Building inclusive communities is one of the three themes that shapes the Canadian Commission for UNESCO’s efforts in Canada and abroad. But it isn’t just a lofty goal: it’s something many partners, including municipalities affiliated with its Coalition of Municipalities against Racism and Discrimination (CCMARD) are achieving across Canada. Let’s take a look at three examples—in Vancouver, the Regional Municipality of Wood Buffalo and Ottawa.
Youth transforms Vancouver into a more sustainable, livable and enjoyable city
Located at City Hall in Vancouver, CityStudio is a hub where post-secondary students work with city staff and other community members to make their city more sustainable, livable and enjoyable. Through mentorship and experiential learning over a semester-long program, students develop and launch a project to improve their city. These projects empower youth to become active participants in community building.
Past projects supported by CityStudio include:
- The creation of documentary shorts that explore Vancouver’s downtown public spaces;
- The development of furniture designs from entirely upcycled source material;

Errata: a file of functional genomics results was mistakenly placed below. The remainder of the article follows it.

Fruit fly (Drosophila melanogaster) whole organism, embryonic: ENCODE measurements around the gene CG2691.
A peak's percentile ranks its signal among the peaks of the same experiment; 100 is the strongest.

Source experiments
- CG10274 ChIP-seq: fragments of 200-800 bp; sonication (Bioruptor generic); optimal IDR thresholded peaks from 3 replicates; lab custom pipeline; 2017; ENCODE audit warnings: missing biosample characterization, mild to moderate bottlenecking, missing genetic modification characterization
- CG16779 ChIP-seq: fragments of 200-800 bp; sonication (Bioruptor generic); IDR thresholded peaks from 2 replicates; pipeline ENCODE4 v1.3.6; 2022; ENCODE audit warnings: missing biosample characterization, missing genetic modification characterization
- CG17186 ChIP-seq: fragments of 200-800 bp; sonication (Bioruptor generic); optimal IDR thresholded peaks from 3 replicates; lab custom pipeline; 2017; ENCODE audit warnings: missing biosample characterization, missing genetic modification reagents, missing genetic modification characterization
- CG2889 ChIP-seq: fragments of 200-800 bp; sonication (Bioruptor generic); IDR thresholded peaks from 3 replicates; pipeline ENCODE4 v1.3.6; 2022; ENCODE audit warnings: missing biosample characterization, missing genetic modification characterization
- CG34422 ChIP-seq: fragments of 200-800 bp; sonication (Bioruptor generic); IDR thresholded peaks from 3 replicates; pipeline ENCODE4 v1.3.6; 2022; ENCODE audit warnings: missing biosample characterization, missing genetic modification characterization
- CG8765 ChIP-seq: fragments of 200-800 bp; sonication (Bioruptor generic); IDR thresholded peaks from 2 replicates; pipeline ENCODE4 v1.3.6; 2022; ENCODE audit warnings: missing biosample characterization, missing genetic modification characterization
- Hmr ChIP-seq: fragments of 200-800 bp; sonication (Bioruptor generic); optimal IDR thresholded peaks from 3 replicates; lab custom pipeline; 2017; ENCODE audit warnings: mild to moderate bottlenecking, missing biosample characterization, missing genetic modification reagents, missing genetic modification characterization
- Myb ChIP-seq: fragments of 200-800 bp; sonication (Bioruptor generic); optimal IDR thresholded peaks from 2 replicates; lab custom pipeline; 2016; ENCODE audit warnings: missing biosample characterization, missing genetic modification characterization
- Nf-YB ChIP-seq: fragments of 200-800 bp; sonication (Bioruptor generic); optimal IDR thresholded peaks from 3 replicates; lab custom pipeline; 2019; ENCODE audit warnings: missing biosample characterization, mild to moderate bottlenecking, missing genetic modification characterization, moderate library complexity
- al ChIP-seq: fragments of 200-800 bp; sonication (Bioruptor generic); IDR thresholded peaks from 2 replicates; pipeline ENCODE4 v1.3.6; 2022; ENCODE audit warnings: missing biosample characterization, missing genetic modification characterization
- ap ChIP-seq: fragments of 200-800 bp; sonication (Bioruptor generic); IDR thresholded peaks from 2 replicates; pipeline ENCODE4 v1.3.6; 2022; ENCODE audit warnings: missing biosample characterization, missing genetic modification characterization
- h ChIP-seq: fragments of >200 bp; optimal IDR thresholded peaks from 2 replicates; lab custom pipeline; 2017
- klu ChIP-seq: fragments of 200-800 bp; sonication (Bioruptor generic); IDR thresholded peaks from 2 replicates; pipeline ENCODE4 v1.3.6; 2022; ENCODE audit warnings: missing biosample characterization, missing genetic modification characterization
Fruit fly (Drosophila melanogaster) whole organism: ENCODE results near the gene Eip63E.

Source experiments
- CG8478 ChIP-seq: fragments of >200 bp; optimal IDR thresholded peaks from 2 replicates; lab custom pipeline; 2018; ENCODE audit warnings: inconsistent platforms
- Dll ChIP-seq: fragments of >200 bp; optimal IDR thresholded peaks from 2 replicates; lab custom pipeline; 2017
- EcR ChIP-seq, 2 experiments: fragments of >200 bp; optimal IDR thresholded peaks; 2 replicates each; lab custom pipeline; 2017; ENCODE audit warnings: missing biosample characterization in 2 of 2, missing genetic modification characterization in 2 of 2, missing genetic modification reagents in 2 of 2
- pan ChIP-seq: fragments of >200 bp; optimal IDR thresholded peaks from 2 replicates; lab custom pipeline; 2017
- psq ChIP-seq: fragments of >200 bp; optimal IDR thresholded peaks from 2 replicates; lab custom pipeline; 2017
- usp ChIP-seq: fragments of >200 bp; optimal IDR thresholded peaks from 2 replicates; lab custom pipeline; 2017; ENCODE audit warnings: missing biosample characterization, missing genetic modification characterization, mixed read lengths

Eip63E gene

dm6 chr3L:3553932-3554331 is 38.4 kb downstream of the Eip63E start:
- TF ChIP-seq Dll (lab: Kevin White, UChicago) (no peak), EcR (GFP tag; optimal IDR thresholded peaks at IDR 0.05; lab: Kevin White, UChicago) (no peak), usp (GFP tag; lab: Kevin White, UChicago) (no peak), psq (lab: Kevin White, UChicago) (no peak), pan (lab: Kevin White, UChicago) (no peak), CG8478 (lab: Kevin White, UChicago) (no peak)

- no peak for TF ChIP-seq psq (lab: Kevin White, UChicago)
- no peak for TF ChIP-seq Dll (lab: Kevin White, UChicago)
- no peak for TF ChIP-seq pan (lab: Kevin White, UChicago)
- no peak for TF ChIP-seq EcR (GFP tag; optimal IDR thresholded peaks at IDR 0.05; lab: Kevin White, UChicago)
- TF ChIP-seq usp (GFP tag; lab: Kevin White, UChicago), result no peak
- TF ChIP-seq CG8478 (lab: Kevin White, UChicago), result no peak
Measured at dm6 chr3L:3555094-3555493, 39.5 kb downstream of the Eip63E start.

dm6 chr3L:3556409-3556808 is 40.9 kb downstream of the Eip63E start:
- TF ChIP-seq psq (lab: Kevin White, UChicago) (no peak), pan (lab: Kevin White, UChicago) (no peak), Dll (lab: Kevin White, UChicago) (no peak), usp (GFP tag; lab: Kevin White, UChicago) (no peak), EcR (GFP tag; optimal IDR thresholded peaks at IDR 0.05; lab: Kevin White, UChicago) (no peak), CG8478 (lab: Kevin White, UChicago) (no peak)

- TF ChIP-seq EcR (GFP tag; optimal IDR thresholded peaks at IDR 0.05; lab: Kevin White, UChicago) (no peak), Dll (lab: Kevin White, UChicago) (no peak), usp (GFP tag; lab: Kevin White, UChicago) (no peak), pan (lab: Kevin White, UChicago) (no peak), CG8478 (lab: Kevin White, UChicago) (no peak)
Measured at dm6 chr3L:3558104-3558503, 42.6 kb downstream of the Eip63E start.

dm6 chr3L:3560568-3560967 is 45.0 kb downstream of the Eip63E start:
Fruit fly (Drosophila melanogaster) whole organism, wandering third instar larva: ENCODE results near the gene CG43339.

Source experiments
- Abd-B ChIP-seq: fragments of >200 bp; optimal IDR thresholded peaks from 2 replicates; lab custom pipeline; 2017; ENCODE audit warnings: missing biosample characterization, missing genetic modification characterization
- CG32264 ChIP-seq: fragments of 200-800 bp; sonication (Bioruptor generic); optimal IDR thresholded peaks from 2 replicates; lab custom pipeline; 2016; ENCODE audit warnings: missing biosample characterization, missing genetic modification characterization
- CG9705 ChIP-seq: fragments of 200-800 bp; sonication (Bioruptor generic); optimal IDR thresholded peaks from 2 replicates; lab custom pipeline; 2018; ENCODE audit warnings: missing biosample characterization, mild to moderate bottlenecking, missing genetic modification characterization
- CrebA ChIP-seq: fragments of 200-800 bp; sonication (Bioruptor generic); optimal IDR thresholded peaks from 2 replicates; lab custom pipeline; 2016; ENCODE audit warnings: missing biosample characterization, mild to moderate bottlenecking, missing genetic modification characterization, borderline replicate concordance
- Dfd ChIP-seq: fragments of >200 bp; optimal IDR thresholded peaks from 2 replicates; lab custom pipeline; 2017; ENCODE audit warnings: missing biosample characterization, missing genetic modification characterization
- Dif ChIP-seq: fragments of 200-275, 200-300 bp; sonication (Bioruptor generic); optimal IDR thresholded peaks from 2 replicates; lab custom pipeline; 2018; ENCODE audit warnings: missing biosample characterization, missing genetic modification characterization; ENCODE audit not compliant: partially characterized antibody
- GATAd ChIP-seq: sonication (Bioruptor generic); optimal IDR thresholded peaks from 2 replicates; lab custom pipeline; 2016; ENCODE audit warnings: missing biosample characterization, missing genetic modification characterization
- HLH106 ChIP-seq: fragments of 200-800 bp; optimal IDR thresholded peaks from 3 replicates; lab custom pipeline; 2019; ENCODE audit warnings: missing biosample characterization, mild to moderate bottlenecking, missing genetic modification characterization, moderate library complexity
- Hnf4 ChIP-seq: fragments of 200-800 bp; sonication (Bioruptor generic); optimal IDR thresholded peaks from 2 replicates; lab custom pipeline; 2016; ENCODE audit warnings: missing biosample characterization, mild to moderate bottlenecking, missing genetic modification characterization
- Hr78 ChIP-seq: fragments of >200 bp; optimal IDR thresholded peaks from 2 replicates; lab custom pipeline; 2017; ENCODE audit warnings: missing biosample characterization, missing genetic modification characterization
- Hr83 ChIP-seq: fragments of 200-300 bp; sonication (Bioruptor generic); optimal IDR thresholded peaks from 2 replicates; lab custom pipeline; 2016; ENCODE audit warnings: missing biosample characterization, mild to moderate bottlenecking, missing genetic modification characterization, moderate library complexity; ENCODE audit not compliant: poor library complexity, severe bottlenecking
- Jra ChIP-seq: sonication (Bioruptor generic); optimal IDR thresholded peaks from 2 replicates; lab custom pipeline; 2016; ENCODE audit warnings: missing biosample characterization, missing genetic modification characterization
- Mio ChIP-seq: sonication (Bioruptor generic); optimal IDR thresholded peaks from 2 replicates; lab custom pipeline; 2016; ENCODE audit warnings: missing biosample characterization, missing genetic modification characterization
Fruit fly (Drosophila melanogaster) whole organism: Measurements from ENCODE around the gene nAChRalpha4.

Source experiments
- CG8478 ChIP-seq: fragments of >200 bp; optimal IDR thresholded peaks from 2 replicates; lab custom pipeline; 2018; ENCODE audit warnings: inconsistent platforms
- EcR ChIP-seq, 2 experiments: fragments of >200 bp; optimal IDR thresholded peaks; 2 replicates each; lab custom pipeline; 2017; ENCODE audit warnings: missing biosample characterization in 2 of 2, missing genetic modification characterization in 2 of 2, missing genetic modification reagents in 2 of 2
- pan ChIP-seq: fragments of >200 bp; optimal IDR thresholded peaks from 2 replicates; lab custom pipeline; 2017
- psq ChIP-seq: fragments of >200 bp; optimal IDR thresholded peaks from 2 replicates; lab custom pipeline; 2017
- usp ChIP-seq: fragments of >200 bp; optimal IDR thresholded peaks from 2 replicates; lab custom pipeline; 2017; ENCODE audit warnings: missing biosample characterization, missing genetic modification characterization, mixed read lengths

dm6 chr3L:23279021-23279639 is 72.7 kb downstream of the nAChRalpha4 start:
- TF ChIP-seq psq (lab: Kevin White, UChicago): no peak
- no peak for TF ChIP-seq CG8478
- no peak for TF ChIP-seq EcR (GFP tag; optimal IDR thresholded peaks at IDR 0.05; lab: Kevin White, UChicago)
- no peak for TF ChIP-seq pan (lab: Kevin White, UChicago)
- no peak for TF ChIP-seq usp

- The creation of a mobile tea-serving cart that offers space for social connection over a free cup of tea.
Follow the rainbow crosswalk towards diversity and inclusion
On July 23rd 2017, the Regional Municipality of Wood Buffalo (RMWB) introduced its first rainbow crosswalk. Located on Hardin Street in downtown Fort McMurray, Mayor Melissa Blake celebrated its installation, stating: “Diversity is our strength and this crosswalk celebrates that!” The Regional Advisory Committee on Inclusion, Diversity and Equality (RACIDE) and Pride YMM first presented the idea of the crosswalk to the Municipality at a Council meeting in June 2016. A year later, that crosswalk is a reality.
The crosswalk’s installation is part of the Municipality’s ongoing work on the YMM Pride Committee, which supports the LGBTQ+ community and its allies in the region.
Brewing up inclusion at the Diversity Café
The City of Ottawa hosts regular Diversity Café events, where its staff is invited to listen to speakers talk about their experiences of diversity. Speakers discuss several important topics, including:
- Experiences of stigma;
- Discrimination in the workplace;
- Strategies to maintain resiliency during difficult times.
These informal events invite City staff to ask questions on topics that don’t always get brought up in the workplace. In turn, participants become allies and champions for diversity and inclusion—in their workplace and across their city.
These are only a few examples. What exciting activities are your municipalities doing to build inclusivity? Email us at: email@example.com.